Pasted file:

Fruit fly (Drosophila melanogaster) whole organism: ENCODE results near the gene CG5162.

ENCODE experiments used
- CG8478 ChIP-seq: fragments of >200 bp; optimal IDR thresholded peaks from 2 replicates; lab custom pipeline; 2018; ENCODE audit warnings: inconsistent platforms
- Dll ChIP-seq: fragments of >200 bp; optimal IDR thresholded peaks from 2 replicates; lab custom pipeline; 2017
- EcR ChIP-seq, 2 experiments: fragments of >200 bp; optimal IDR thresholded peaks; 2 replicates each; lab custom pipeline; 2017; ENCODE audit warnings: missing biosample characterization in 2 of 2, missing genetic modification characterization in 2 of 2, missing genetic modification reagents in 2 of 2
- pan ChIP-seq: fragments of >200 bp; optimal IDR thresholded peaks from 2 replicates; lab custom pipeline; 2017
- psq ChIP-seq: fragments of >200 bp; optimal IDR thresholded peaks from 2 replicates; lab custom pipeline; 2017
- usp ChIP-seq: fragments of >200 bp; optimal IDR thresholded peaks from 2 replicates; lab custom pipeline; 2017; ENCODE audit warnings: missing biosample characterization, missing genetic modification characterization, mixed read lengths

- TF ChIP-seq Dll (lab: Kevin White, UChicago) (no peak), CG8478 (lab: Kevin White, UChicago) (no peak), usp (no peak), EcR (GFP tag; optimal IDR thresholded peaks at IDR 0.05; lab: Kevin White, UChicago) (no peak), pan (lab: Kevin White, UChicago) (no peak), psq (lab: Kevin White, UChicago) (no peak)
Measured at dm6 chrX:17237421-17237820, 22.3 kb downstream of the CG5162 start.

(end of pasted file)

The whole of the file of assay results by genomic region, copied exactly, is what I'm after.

Fruit fly (Drosophila melanogaster) whole organism: ENCODE results near the gene CG5162.

ENCODE experiments used
- CG8478 ChIP-seq: fragments of >200 bp; optimal IDR thresholded peaks from 2 replicates; lab custom pipeline; 2018; ENCODE audit warnings: inconsistent platforms
- Dll ChIP-seq: fragments of >200 bp; optimal IDR thresholded peaks from 2 replicates; lab custom pipeline; 2017
- EcR ChIP-seq, 2 experiments: fragments of >200 bp; optimal IDR thresholded peaks; 2 replicates each; lab custom pipeline; 2017; ENCODE audit warnings: missing biosample characterization in 2 of 2, missing genetic modification characterization in 2 of 2, missing genetic modification reagents in 2 of 2
- pan ChIP-seq: fragments of >200 bp; optimal IDR thresholded peaks from 2 replicates; lab custom pipeline; 2017
- psq ChIP-seq: fragments of >200 bp; optimal IDR thresholded peaks from 2 replicates; lab custom pipeline; 2017
- usp ChIP-seq: fragments of >200 bp; optimal IDR thresholded peaks from 2 replicates; lab custom pipeline; 2017; ENCODE audit warnings: missing biosample characterization, missing genetic modification characterization, mixed read lengths

- TF ChIP-seq Dll (lab: Kevin White, UChicago) (no peak), CG8478 (lab: Kevin White, UChicago) (no peak), usp (no peak), EcR (GFP tag; optimal IDR thresholded peaks at IDR 0.05; lab: Kevin White, UChicago) (no peak), pan (lab: Kevin White, UChicago) (no peak), psq (lab: Kevin White, UChicago) (no peak)
Measured at dm6 chrX:17237421-17237820, 22.3 kb downstream of the CG5162 start.